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On the Efficient Allocation of Resources for Hypothesis Evaluation: A Statistical Approach
July 1995 (vol. 17 no. 7)
pp. 652-665

Abstract—This paper considers the decision-making problem of selecting a strategy from a set of alternatives on the basis of incomplete information (e.g., a finite number of observations). At any time the system can adopt a particular strategy or decide to gather additional information at some cost. Balancing the expected utility of the new information against the cost of acquiring the information is the central problem we address. In our approach, the cost and utility of applying a particular strategy to a given problem are represented as random variables from a parametric distribution. By observing the performance of each strategy on a randomly selected sample of problems, we can use parameter estimation techniques to infer statistical models of performance on the general population of problems. These models can then be used to estimate: 1) the utility and cost of acquiring additional information and 2) the desirability of selecting a particular strategy from a set of choices. Empirical results are presented that demonstrate the effectiveness of the hypothesis evaluation techniques for tuning system parameters in a NASA antenna scheduling application.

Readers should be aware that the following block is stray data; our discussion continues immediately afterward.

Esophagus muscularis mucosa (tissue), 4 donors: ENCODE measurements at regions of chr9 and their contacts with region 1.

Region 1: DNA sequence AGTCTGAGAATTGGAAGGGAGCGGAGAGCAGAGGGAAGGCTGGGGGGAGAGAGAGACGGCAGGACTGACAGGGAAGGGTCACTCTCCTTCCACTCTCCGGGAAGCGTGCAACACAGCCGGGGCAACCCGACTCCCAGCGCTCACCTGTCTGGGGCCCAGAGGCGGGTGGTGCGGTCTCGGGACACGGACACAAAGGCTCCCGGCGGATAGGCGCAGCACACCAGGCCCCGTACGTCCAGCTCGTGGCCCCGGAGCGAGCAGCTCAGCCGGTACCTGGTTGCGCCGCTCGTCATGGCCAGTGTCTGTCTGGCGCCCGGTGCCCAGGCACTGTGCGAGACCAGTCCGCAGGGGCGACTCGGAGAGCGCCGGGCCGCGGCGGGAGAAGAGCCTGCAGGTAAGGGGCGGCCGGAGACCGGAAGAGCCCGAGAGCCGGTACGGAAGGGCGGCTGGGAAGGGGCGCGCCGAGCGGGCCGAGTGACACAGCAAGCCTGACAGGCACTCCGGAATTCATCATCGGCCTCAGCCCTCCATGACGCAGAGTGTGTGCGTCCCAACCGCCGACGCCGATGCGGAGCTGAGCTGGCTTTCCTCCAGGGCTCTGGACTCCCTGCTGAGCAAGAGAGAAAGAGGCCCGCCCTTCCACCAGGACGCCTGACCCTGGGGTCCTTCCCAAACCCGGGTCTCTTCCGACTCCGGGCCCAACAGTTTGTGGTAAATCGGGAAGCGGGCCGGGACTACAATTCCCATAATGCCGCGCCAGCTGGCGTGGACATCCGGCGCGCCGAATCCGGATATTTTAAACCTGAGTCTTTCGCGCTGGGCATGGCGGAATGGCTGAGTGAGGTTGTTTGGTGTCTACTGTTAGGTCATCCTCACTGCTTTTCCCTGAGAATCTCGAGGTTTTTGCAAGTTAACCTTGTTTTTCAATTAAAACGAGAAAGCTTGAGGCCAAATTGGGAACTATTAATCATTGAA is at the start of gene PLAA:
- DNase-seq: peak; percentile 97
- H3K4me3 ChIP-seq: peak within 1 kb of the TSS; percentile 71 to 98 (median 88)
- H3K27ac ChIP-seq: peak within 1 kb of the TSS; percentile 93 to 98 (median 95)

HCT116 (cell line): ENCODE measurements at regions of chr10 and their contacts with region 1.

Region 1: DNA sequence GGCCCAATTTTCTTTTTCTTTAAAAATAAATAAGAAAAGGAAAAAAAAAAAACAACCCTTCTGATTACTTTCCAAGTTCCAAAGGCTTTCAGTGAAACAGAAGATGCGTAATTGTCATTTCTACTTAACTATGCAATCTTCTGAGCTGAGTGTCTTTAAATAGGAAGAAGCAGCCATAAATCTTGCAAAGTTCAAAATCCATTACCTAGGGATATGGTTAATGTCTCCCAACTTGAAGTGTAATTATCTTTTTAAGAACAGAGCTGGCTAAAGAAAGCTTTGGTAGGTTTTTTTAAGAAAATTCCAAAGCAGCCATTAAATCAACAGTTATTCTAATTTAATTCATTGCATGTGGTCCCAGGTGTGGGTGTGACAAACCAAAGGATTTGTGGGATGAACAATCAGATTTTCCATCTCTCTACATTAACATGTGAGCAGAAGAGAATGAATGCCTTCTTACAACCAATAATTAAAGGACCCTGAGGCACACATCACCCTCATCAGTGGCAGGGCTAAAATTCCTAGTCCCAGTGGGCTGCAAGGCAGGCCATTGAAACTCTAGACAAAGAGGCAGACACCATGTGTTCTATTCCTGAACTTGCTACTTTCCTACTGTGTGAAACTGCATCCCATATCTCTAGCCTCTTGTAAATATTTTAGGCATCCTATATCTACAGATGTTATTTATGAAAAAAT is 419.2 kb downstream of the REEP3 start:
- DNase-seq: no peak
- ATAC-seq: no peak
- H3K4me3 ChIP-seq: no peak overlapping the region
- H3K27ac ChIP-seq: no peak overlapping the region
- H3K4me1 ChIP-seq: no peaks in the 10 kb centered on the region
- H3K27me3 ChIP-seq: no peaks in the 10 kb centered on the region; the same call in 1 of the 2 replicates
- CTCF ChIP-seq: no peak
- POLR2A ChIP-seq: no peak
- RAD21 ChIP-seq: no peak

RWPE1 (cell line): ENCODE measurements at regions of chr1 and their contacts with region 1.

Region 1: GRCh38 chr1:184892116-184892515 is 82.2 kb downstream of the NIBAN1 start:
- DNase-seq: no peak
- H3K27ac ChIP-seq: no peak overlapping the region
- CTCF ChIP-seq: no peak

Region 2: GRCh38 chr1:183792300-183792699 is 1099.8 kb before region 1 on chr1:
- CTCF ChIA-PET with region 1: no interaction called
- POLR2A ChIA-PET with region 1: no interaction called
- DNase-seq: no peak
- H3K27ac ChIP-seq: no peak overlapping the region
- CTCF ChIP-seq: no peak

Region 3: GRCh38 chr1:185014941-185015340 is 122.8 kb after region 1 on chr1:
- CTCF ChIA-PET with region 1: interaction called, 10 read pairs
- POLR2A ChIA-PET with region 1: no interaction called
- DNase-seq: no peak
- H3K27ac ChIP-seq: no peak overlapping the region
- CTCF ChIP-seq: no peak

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Index Terms:
Machine learning, the utility problem, planning and scheduling, parameter estimation, adaptive problem-solving.
Citation:
Steve Chien, Jonathan Gratch, Michael Burl, "On the Efficient Allocation of Resources for Hypothesis Evaluation: A Statistical Approach," IEEE Transactions on Pattern Analysis and Machine Intelligence, vol. 17, no. 7, pp. 652-665, July 1995, doi:10.1109/34.391408
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